PI has published around thirty major research reports. These include studies on Internet censorship, communications data retention, counter-terrorism policies in the EU and the US, SWIFT auditing processes, travel surveillance, secrecy provisions and protection of sources, Internet privacy, policy laundering, free-expression and privacy, the US-VISIT program, and identity cards and counter-terrorism.
The SWIFT affair
In June 2006, The New York Times and the Los Angeles Times published details of a private arrangement between Society for Worldwide Interbank Financial Telecommunication (SWIFT) and the United States Government that involved the mass covert disclosure to the US of customer financial data. SWIFT is a cooperative involving around 8,000 financial institutions. It handles the secure messaging process at the heart of the majority of financial transfers worldwide, amounting to around $2,000 trillion per year.
The following week PI filed simultaneous complaints with Data Protection and Privacy regulators in 38 countries concerning the secret disclosures of records. The complaints alleged that the transfers violated EU law.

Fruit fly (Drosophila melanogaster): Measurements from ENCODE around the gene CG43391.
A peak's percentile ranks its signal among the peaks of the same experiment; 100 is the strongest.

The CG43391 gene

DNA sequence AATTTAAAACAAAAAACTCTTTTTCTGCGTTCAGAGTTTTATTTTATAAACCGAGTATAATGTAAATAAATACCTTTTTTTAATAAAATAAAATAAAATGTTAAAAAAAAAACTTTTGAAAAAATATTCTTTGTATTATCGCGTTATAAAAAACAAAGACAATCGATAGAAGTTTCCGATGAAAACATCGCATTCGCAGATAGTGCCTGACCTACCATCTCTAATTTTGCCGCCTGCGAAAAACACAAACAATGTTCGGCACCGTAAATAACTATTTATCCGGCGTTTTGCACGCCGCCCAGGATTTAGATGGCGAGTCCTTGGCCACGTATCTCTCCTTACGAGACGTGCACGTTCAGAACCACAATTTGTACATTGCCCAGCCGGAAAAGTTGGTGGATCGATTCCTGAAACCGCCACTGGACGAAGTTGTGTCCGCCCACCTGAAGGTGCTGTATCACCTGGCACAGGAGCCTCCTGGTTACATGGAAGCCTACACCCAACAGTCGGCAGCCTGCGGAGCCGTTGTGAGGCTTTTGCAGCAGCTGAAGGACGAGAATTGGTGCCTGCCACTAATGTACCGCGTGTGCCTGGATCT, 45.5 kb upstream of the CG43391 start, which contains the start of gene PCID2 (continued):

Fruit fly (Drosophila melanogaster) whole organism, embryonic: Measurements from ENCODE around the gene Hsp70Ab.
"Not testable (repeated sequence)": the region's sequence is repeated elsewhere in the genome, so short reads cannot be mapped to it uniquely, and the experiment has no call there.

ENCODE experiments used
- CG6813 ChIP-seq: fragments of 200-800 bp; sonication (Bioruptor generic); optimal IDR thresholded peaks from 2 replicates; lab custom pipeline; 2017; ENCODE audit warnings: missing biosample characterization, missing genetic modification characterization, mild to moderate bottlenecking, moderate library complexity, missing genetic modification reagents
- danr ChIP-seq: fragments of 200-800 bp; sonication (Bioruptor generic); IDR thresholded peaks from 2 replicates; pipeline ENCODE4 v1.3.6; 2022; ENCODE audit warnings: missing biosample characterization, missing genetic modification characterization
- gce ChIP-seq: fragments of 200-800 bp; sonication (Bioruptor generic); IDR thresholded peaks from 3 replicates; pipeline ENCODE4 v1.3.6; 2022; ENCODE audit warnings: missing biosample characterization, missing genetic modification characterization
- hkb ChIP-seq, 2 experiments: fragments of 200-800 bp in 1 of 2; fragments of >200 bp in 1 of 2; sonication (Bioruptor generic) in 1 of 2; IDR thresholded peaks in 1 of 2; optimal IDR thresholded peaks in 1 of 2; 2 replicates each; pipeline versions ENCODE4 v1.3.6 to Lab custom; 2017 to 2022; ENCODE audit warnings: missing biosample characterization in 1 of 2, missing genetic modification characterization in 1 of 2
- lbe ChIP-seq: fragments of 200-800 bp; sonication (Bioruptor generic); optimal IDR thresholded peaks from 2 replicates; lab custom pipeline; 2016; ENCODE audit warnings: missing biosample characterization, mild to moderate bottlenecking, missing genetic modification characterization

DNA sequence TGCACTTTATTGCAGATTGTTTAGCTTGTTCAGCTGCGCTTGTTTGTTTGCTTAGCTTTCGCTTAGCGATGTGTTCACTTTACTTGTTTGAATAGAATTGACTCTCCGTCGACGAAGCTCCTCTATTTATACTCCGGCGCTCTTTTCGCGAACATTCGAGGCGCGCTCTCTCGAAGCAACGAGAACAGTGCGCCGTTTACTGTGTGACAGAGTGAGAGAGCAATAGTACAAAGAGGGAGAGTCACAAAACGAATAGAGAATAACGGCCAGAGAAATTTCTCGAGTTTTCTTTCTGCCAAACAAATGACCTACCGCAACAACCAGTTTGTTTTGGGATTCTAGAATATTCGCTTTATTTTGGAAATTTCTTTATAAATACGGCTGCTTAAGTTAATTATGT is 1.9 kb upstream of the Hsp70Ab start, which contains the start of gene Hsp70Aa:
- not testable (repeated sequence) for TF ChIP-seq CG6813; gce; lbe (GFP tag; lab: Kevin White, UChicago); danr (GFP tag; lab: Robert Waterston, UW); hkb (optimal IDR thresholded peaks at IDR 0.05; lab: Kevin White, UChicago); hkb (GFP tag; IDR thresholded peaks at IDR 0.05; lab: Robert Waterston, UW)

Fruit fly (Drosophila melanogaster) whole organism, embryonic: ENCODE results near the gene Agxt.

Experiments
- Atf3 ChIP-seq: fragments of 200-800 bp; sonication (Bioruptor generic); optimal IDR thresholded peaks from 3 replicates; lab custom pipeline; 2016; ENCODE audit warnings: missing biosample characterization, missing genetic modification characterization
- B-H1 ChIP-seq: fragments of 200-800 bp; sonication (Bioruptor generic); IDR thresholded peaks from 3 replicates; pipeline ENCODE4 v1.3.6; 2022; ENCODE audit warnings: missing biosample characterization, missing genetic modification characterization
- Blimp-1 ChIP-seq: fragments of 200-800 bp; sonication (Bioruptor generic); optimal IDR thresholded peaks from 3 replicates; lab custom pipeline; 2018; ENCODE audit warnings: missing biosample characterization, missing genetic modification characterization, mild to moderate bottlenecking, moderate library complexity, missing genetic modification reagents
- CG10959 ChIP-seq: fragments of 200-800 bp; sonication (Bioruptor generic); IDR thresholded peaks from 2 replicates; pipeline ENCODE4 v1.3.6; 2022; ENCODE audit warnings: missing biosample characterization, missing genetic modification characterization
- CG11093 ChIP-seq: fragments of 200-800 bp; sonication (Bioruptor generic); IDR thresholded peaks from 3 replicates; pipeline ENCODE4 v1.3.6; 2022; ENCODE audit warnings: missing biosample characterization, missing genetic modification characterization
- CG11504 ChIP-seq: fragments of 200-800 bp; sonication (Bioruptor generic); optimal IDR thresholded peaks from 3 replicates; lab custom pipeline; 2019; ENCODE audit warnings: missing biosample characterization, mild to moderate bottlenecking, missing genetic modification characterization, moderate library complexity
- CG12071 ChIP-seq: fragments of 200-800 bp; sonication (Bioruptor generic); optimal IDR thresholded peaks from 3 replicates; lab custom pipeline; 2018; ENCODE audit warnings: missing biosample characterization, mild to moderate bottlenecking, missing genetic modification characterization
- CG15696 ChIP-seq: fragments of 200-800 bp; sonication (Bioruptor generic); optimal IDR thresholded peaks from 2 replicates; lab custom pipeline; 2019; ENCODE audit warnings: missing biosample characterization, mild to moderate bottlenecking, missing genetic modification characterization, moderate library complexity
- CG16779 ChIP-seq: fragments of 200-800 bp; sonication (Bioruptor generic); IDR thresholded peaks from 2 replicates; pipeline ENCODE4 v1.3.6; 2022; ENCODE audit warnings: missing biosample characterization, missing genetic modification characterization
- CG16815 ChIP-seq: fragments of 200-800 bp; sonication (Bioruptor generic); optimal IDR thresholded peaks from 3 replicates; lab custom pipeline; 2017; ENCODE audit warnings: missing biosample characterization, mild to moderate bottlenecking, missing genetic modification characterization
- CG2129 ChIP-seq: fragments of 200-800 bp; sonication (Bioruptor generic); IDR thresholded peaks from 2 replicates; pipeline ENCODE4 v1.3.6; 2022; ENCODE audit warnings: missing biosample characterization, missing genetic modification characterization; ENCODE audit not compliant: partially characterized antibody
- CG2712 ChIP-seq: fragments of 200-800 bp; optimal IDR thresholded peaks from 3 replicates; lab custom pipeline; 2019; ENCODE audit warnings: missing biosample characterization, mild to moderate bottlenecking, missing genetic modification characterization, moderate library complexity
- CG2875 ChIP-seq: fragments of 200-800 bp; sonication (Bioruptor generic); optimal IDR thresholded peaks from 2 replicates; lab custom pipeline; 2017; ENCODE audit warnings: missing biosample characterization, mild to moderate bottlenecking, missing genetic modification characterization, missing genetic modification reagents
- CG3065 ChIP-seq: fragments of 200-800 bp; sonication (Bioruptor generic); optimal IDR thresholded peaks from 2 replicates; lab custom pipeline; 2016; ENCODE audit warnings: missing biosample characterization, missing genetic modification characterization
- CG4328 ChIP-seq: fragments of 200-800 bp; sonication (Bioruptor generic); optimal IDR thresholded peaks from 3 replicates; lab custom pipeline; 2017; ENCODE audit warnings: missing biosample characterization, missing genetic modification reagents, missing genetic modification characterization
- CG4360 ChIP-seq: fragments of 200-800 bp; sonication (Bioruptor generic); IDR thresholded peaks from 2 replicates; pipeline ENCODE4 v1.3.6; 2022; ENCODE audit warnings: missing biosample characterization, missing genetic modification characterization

The PI complaints sparked a series of regulatory and legal actions that have ultimately forced SWIFT to re-evaluate its practices. The organisation has now agreed to move its data operations to Switzerland where US authorities have no jurisdiction.
The Big Brother Awards
In 1998 Privacy International took the decision to start an international gong called the Big Brother Awards to be given to the most influential and persistent privacy invaders, as well as to people and organisations who have excelled in defending privacy. To date, 75 awards ceremonies have been held as annual events in 17 countries including Japan, Bulgaria, Ukraine, Australia. France, Germany, Austria, Switzerland, the Netherlands, New Zealand, Denmark, the United States, Spain, Finland and the United Kingdom.